The UK government is preparing to implement a delay strategy if the European Court of Human Rights (ECHR) attempts to block Prime Minister Boris Johnson’s new immigration bill that would ban small boat crossings in the Channel. The government plans to appeal any ruling made against the UK and to implement the policy during any legal proceedings, in an attempt to avoid leaving the ECHR.
Government ministers believe that even if a final ruling goes against the UK, they could ignore it for several years.
The Home Secretary, Suella Braverman, said that the government “very strongly view our proposals as lawful” but admitted that there is a more than 50% chance that the legislation may not be compatible with the European Convention on Human Rights.
The new legislation gives ministers the power to detain and deport all migrants who arrive in the UK on small boats, and they could ignore any rulings made against the government’s plans.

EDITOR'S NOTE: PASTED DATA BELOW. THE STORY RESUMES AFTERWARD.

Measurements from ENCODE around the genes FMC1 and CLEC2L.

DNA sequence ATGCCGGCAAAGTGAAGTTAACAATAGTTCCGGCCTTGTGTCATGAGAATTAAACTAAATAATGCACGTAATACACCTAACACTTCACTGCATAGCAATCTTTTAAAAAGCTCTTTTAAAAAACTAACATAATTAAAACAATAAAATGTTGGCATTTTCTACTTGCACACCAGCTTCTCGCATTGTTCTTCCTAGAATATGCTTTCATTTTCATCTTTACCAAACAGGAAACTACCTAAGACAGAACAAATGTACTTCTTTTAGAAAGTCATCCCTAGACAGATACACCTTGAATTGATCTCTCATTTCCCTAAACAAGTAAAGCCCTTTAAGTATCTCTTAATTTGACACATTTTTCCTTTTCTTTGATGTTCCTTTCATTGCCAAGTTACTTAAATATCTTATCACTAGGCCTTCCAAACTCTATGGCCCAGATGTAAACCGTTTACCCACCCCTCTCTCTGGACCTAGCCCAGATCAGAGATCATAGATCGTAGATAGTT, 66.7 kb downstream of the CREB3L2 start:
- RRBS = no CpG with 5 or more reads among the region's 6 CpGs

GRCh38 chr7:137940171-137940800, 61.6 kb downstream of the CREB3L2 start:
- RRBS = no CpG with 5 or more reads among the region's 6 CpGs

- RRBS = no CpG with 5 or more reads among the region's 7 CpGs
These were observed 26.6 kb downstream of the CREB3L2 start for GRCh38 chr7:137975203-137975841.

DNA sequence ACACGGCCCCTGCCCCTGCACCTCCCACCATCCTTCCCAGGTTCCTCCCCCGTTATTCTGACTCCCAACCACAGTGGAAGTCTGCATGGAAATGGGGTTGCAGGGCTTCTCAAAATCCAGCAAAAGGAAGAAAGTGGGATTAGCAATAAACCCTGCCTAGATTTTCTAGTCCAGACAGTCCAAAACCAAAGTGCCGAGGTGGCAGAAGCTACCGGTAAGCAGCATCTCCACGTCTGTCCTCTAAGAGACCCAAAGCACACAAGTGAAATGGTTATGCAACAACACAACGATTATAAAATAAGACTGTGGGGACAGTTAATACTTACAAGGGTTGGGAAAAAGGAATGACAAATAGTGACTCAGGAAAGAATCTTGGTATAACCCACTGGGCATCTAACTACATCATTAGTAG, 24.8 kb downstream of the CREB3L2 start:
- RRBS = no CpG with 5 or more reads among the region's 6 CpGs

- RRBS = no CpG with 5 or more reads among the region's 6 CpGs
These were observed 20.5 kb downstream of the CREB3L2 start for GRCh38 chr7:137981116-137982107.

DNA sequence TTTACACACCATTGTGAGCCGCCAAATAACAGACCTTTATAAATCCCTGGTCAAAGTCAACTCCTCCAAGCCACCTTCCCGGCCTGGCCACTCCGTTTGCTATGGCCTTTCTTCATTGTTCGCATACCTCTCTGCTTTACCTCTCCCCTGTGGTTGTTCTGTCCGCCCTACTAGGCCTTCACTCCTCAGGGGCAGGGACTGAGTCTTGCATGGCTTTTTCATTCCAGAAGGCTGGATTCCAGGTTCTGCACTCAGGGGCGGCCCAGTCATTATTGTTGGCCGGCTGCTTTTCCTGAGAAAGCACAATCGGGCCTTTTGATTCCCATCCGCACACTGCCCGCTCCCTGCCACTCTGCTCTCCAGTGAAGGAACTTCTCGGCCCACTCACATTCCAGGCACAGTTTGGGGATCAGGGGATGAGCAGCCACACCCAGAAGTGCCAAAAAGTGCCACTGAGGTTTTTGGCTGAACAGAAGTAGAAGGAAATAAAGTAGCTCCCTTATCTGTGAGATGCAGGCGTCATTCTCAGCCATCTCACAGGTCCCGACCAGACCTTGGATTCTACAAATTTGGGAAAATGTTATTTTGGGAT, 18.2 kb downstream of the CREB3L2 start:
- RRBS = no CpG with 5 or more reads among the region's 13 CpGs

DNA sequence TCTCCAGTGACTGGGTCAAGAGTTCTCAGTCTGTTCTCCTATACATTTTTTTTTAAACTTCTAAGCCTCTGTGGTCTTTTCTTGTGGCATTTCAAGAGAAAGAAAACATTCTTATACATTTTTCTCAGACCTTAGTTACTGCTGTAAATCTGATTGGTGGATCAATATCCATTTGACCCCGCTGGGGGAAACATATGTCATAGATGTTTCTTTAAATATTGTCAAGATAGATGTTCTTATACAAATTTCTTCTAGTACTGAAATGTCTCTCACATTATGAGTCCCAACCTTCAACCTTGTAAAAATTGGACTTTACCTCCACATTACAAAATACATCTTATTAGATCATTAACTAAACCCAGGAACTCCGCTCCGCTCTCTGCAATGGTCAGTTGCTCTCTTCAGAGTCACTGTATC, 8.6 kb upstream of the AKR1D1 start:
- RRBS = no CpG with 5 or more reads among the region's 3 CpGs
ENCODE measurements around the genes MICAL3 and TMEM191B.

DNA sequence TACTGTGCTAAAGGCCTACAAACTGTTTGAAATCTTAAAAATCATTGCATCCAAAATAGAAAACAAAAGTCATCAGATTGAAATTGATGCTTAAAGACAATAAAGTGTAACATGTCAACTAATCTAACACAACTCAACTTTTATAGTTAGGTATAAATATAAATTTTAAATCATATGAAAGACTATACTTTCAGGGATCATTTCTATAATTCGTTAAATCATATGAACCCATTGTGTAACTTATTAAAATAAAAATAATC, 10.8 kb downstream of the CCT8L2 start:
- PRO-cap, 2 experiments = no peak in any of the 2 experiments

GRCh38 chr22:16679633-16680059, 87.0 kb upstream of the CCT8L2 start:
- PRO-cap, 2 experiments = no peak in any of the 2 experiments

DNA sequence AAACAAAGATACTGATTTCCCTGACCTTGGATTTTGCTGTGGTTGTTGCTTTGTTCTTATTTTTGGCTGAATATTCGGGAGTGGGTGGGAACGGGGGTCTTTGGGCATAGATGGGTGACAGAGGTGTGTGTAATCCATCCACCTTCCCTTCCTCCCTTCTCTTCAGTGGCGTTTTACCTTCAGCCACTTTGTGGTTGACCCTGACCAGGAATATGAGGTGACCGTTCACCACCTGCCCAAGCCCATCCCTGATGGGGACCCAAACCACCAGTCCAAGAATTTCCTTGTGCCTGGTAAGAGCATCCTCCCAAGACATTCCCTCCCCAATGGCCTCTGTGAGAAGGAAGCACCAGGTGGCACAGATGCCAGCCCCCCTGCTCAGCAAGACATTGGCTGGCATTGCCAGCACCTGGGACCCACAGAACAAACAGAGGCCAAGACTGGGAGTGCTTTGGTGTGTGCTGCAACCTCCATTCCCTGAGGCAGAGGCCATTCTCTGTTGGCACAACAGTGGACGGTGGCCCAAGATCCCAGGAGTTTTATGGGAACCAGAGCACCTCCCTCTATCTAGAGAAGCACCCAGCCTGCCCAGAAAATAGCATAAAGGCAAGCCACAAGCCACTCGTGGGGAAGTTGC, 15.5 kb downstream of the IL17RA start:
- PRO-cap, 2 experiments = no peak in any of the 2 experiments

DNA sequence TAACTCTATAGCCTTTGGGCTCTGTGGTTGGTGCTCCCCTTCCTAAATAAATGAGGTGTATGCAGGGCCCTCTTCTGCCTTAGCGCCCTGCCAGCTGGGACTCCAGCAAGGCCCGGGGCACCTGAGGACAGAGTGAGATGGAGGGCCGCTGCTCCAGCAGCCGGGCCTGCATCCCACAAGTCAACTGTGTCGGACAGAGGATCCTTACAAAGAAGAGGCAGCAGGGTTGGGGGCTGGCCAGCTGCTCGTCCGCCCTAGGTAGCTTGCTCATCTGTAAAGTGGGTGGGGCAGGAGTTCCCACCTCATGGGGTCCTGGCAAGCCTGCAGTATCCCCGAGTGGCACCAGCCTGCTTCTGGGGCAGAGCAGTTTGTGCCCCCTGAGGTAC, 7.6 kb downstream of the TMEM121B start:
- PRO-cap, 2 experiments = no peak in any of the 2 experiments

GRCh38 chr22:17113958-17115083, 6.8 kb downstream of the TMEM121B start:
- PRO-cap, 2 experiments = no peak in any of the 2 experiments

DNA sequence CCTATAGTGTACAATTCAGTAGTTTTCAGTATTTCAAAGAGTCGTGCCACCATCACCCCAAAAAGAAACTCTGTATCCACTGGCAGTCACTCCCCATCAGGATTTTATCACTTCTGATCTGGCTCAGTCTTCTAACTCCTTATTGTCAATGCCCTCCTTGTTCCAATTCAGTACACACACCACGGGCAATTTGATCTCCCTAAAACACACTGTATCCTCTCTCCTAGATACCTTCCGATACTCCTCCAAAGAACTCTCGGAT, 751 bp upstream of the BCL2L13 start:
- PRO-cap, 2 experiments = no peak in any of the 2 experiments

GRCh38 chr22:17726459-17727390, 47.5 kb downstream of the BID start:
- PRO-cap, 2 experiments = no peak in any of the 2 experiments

Asylum seekers arriving illegally will be detained without bail or judicial review for 28 days before being “swiftly removed” to their home country or a “safe third country” such as Rwanda.
They face a lifetime ban on returning once deported and will never be allowed to settle in the country or gain citizenship. However, the Bill’s feasibility has been questioned as plans such as forcibly removing asylum seekers to Rwanda are mired in legal challenges.
The government source has stated that they do not want to trigger a full-on confrontation with the court, but instead, they plan to implement the policy while the legal process takes place.
The Prime Minister, Rishi Sunak, has said that he is “up for the fight” with the ECHR in Strasbourg.
The UK and French governments will hold an Anglo-French summit in Paris tomorrow to discuss Channel migrants, and French President Emmanuel Macron has called for a hike in funding from the UK to stop Channel crossings.
Both sides are trying to strike a multi-annual financing framework that would put cooperation on a stable footing and allow them to better plan their actions.
»Delay strategy for immigration bill«
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